Friday, February 12, 2016
Old Man Stan (—Big Bird, 2002)
Old man Stan had a face that looked coarse. He was for the most part, always clean shaven and his deep rooted eyes, sunken into those old worn-out eye sockets, I’m sure never saw the bottom of his gaunt chin. His eyes were red more often than they were white, rimmed with sweat from booze, and the large holes that were in his nostrils were red as raw hamburger. Stan’s two room apartment on Albemarle Street, where he lived his last ten years before he died, in the late evenings you could hear him cursing and yelling and fighting with his demons, as if they were dragging him, or he was dragging them about, and the window often—more often than not, wide-open in the middle of winter.
He was a tall man and never wanted to be bothered much—he per near lived at the bar, some one-hundred feet away from his apartment, they called him Big Bird (he was all of six-foot six; thin as a string bean). He read the Alcoholics Anonymous Big Book, so he told me, once upon a time; he had it on his built in the wall bookshelf—I seen it there, but at the end, it didn’t do him much good. But evidently, he had found sobriety at one time and it lasted a good year or so, so I heard from the grapevine.
When drunk, you could hear him all the way down the halls and through the walls, and into the residing apartment next to his (which was my apartment at the time), —in particularly, when he had those heated fits with his demons.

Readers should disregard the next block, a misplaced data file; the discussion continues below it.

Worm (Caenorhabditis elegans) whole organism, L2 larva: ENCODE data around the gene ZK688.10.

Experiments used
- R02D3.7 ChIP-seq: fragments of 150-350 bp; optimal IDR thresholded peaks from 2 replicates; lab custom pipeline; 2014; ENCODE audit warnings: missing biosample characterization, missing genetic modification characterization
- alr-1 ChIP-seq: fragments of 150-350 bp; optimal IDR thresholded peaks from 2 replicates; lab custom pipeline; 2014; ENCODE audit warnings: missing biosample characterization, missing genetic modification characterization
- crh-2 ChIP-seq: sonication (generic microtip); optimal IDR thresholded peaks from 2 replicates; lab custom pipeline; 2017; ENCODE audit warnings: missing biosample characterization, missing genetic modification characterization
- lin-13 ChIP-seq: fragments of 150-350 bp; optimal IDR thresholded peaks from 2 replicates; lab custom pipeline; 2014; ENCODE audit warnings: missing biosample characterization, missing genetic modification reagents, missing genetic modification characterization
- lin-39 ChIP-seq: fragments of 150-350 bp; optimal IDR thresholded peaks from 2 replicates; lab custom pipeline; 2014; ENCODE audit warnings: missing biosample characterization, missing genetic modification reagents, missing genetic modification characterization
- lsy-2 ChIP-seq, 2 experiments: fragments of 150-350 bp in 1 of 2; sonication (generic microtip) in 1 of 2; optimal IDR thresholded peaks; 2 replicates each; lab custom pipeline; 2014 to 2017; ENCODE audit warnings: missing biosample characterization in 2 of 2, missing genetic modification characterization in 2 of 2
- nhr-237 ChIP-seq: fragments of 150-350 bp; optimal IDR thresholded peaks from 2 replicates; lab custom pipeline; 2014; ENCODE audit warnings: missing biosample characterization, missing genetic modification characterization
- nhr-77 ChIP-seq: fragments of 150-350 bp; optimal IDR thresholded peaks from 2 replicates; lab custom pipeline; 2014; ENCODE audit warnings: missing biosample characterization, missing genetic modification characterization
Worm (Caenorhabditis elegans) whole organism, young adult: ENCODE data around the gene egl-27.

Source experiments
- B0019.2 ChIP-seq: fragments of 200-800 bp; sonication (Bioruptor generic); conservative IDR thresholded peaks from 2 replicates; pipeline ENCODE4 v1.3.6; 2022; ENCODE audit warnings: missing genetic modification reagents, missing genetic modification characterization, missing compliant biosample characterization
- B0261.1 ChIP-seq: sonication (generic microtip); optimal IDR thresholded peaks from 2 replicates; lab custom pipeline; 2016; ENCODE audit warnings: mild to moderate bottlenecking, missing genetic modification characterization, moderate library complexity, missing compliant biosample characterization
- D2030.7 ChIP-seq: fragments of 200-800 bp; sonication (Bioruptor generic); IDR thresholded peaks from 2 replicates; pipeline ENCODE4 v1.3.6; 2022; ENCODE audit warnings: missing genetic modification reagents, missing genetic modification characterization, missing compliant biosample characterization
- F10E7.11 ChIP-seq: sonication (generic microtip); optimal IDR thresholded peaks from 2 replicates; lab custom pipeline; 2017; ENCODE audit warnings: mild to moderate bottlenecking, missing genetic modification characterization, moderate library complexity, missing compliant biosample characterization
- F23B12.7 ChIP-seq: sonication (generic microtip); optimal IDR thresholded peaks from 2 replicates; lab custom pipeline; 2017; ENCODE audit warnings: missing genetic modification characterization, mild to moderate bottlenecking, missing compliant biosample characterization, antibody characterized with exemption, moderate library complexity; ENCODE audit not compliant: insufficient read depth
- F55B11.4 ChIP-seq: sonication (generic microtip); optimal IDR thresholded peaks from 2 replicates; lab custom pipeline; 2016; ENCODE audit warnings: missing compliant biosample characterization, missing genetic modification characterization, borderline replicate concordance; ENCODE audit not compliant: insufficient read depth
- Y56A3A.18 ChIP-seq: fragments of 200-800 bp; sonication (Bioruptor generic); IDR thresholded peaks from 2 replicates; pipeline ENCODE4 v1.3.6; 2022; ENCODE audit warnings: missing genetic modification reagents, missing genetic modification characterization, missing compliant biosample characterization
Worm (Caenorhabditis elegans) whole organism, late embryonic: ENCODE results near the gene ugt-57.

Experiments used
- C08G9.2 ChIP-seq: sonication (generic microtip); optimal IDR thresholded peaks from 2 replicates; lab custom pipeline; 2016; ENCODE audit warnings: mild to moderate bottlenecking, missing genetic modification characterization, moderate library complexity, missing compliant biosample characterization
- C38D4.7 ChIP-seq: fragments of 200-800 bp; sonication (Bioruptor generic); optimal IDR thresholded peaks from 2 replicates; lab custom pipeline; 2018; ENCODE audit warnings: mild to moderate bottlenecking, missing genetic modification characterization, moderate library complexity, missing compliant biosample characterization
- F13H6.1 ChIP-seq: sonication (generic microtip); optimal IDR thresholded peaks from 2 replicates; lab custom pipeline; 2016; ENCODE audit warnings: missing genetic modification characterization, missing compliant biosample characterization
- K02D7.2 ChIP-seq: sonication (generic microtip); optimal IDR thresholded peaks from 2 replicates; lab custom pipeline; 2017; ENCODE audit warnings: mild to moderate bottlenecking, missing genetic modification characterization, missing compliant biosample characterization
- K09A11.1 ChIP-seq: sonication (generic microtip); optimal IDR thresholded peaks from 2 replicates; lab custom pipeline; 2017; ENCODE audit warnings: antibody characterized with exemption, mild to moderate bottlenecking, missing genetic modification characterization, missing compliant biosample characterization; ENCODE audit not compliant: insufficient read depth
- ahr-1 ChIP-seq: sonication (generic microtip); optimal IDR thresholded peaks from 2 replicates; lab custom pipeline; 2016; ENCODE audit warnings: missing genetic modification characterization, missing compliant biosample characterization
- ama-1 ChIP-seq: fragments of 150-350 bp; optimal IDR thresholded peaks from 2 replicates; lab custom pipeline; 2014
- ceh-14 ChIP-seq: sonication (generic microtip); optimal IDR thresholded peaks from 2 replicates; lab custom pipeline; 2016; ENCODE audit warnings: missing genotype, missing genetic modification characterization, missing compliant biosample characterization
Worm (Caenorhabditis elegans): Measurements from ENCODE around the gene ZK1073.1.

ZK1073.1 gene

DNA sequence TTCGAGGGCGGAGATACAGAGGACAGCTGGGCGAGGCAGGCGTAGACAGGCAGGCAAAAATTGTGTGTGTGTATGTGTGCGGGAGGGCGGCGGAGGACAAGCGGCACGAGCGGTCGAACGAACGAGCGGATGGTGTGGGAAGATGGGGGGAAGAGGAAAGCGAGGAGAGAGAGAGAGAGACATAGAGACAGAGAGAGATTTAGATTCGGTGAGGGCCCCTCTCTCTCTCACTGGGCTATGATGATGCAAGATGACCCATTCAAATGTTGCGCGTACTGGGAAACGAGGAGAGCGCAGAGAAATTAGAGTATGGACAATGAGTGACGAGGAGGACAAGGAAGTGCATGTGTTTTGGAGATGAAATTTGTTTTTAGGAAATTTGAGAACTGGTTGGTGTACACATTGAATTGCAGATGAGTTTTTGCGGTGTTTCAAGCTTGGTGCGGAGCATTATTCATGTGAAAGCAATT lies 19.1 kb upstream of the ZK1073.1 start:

Few people in those days saw him smile, he was seventy-two years old when he up and died of cancer. Made his last rent payment while in the hospital; the new folks that now rent the apartment next to Stan’s, sometimes, they say, you can hear old Stan still bellowing, and he’s got the T.V. on loud trying to drawn the sound of his yelling out.
I used to go over to Stan’s apartment when I lived across the hall from him, and tell him to turn the television down, this was in the wee hours of the night, or morning, and when he’d open his door, I’d just look at what a mess he was making of trying to live with his demons in his apartment. He didn’t offer much conversation, he’d just stand and look at me in his hopeless topsy-turvy, doughty look, standing there trying to think of what I just said, and what to say, and he’d mumble something like:
“Yaw, the television, I better turn the television down, that’s right, I’ll turn it down—sorry about that, okay!”
Then he’d turnabout, and per near, slam the door in my face.
So after a few years he got cancer, his daughter came over now and then and cleaned the apartment now and then and washed his cloths, then he ended up in the hospital—; the awful part about it was, he paid his rent those last two months from his hospital bed, never to return to his apartment, but that was all he had in life: that apartment, and that Big Book on the shelf, collecting dust, and that was all he had but the booze, and that he had no longer; and he looked the first day I saw him, just the same as the last day I saw him.
What can one say to such a story? When you’re young you don’t know what path you’ll lead? For him, at the end, it was trackless. No faultfinding, no hurting—for he is long dead now, this refuge of alcoholism he sought, is not a release from all misery, rather it is the transcending of misery arising from misery. To Old Stan, I suppose it was indeed a refuge secure, the only one, and best one he could find, knew of, as a person with little and at times no affability. In a like manner, to be just, it is hard to come by a person of nobility, not everywhere is he born.
Note: written December 25, 2010/ No: 643
Reedited and Revised, 7-20015